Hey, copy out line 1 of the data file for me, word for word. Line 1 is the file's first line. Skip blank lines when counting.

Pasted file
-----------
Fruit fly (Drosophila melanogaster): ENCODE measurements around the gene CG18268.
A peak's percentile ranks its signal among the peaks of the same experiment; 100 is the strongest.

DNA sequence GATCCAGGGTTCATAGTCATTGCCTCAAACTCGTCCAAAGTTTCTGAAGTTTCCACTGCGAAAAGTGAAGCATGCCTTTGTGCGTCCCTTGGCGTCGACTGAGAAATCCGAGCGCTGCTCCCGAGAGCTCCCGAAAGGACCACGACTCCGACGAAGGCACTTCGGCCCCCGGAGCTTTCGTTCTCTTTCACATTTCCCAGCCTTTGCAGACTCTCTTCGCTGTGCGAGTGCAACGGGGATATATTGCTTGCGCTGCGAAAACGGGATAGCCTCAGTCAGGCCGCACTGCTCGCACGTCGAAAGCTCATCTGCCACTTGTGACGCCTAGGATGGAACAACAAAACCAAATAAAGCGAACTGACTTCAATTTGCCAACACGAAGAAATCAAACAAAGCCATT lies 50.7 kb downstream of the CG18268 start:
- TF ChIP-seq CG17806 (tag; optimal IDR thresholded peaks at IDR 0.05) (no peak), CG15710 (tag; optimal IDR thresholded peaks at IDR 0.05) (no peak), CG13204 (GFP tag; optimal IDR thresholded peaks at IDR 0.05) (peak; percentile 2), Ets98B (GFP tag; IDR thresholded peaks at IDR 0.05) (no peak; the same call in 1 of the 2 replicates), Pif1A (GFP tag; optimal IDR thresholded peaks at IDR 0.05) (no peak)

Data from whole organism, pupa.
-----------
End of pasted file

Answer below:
Fruit fly (Drosophila melanogaster): ENCODE measurements around the gene CG18268.